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August 20 2014

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Misty Rabbit Talks Spinning Fashion’s Soundtracks

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Misty Rabbit

There’s no shortage of deejays on the fashion scene, with your Misshapes and your Harleys and your Alexas and what have you. But Mimi Xu—who goes by the name of Misty Rabbit when she’s on the decks—has a particularly impressive knack for blending unexpected musical genres (think Berlin’s ambient electro mixed with classical jazz fading into a cool spin of disco-funk) into cohesive and oh-so-catchy sets. She’s an eager bunny, and knows just how to get the party going for the likes of Miu Miu, Prada, Fendi, Acne Studios, and too many others to name. This season, the Shanghai- and Copenhagen-raised but London-based sound designer is as busy as ever. She mixed the soundtracks for Yigal Azrouël, Catherine Malandrino, Tome, and Ostwald Helgason in New York, developed runway music for Topshop, Julien Macdonald, and Emilia Wickstead in London, and dropped a special Fall/Winter mix for Mytheresa.com just last week. Next up? A hotly anticipated party for Moncler’s Pharrell Williams collaboration in Paris this evening, and a personal design project, which will undoubtedly become the requisite accessory for music-loving cool girls come holiday season. Here, Xu talks to Style.com about her Mytheresa.com mix, the difference between playing parties and runways, and her favorite new artists.

You’ve done a lot of shows this season. How does deejaying a fashion show differ from deejaying a party?
Deejaying is about a spontaneous, fun, and playful way of sharing music. It’s about getting the party going. When you do a soundtrack, it’s very nerdy and unglamorous—you’re behind the scenes, you’re really working with the designer, and you’re creating something with the designer to really reflect his collection. It’s not about what I like. Of course, it’s about my influences and my take on music. But I’m there to showcase the collection. I love doing both, but they’re very different. Show soundtracks take a lot longer. It’s a much more technical process—it’s much more creative, and it’s more intellectual. And with soundtracks, everything’s set in stone previously. On the day of the catwalk, you don’t have to do anything besides cuing the show. But when you deejay, things never go to plan. Anything can happen on the dance floor. I can fill up the stage—who knows?

What have designers been asking you to play this season?
There are no specific trends this season. Each designer had their own inspirations. Musically, I went from Mississippi blues to Brazilian seventies experimental Tropicalia movement to psychedelic rave to classical theatrical to French electro. It’s a big range, so you need to be very erudite in your music knowledge. Designers need that.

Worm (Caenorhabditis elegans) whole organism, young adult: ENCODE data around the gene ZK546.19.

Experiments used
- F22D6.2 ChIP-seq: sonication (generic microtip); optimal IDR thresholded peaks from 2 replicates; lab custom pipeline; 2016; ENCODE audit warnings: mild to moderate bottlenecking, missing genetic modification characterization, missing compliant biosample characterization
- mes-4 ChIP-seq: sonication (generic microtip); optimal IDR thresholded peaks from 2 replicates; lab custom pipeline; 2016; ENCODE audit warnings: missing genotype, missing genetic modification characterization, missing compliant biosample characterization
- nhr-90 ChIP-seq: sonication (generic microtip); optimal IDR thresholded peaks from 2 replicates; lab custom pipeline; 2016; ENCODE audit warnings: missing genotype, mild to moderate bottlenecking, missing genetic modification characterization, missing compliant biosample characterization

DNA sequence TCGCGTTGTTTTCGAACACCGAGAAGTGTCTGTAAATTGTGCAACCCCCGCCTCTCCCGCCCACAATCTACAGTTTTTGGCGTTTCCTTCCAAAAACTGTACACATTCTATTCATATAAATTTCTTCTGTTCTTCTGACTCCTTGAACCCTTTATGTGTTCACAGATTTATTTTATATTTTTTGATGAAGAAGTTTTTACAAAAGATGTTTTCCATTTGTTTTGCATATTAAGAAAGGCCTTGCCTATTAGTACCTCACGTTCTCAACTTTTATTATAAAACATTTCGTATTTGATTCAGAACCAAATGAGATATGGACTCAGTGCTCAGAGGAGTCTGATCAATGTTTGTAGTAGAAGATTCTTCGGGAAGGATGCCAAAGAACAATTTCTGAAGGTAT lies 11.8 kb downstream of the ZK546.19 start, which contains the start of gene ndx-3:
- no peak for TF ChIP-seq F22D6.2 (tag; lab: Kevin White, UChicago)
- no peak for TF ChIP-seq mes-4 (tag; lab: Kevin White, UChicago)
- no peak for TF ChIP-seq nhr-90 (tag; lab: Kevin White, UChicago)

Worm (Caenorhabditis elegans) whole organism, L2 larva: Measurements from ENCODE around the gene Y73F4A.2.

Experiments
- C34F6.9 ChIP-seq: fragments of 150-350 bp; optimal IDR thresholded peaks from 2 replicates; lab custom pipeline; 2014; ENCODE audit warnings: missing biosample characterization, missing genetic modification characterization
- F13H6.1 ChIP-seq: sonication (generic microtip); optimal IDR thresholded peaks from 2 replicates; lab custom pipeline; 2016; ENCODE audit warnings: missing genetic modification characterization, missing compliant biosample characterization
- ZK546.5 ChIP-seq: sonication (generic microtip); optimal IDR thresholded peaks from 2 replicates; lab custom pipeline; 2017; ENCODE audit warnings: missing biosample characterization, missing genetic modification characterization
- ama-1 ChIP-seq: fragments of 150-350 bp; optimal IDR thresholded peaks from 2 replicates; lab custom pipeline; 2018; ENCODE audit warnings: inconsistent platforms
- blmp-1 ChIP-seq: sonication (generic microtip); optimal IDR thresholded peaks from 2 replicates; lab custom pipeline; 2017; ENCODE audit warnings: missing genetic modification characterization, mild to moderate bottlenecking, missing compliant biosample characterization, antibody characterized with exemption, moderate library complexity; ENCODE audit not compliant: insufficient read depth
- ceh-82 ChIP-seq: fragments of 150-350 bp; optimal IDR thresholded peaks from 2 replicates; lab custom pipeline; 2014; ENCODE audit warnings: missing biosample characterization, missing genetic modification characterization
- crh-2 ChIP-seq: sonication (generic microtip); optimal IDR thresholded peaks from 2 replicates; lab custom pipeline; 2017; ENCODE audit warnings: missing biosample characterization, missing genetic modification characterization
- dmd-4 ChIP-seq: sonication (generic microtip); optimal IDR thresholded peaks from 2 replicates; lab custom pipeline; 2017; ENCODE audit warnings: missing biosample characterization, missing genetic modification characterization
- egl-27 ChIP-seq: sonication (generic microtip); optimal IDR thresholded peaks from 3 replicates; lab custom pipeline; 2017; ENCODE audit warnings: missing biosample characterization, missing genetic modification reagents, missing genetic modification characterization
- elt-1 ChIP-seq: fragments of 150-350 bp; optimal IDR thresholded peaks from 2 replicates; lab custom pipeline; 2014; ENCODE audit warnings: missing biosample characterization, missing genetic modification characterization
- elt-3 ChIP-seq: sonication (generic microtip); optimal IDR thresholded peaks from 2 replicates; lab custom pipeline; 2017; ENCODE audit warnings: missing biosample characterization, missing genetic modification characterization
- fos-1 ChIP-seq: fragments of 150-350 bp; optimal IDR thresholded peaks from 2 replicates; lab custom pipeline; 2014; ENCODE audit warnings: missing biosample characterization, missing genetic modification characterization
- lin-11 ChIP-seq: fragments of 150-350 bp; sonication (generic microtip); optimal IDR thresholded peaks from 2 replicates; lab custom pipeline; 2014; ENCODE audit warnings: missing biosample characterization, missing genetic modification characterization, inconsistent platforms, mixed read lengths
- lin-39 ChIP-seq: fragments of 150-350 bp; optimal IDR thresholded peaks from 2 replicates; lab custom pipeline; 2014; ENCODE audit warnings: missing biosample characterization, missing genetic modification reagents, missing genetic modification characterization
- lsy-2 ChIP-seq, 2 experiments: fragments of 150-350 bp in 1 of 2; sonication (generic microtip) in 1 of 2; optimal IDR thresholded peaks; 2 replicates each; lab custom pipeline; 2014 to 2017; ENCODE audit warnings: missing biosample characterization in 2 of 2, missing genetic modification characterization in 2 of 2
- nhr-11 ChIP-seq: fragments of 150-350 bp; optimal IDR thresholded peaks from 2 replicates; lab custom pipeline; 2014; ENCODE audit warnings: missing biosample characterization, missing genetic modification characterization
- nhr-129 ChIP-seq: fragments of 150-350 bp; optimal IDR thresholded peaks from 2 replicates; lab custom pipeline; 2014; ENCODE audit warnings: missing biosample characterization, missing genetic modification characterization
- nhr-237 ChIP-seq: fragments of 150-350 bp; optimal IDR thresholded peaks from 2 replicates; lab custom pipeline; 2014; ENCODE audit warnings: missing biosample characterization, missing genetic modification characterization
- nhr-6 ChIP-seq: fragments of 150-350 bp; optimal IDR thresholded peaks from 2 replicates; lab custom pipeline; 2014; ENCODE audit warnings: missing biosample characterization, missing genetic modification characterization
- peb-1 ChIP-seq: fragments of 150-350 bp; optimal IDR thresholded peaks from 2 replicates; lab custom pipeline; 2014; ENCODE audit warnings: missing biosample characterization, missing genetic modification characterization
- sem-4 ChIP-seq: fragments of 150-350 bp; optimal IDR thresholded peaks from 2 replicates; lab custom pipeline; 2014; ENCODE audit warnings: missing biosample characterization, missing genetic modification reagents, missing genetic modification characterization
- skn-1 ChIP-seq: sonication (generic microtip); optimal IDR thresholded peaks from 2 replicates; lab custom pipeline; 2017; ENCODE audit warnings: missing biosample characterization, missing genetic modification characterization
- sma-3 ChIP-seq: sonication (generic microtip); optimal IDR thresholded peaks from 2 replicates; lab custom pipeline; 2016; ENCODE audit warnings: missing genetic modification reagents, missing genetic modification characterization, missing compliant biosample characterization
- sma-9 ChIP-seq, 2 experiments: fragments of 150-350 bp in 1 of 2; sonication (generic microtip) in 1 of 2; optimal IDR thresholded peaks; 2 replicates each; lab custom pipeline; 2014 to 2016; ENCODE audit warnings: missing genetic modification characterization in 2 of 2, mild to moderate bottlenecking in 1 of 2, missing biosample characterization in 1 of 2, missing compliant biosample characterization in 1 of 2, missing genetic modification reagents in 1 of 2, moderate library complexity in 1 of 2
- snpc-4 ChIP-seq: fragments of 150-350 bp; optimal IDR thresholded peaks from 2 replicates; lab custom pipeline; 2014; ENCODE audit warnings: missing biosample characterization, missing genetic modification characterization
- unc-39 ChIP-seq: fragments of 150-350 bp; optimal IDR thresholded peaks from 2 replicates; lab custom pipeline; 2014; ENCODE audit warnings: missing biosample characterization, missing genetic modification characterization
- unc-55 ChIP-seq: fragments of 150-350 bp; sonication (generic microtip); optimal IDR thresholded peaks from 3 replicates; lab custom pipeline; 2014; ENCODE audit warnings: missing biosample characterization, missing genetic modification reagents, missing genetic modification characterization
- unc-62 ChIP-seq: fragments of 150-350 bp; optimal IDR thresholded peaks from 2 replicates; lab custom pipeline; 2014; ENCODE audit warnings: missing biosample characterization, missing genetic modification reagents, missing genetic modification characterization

What are you going to play for the Moncler-and-Pharrell Williams party?
I’ve been thinking today that we’re gonna do something quite hip-hop-y. But I don’t know! You can’t play Pharrell Williams tracks. I’d be embarrassed to play someone’s track when they’re in the room. So I’m not sure yet…. Obviously, I’m gonna have a lot of R&B and hip-hop, but it’s gonna go into disco and a few electronica-sounding tracks, too. I need to get people dancing, so I’ll see tonight how it will go.

Are there any songs that you’re tired of hearing?
Oh, you mean “Blurred Lines”? Or “Get Lucky”?

That would be one. I actually like “Get Lucky.”
You know what? I think when people get really drunk, I might drop it. It’s a bit cheesy to do that, but I think I might at 2 a.m., when they’re falling off the table—when they’re so drunk that they’ll dance on anything. This is a great time to get the spirit together. They’re great songs! But they’ve been a bit overplayed. That’s the only problem.

On the other end of the spectrum, are there any artists or albums you’re really excited about at the moment?
Jackson and His Computerband’s new album, Glow, James Holden’s new album, The Inheritors, the DJ Koze album Amygdala, Connan Mockasin’s new album, Caramel. I preordered the new Arcade Fire album, Reflektor. Excited.

Are you working on anything outside of fashion week that you can tell us about?
Yeah, I’m designing headphones with Frends. I use headphones constantly—whether I’m in the studio, on the catwalk, on the street, or deejaying—and I want to design a headphone that’s gonna become a fashion accessory. People can wear it almost like jewelry. You can put it around your neck constantly, without looking like you’re a nerd, you know? I’m working on this collaboration right now, to come out at the end of the year.

Photo: Jesse Lirola/BFAnyc.com

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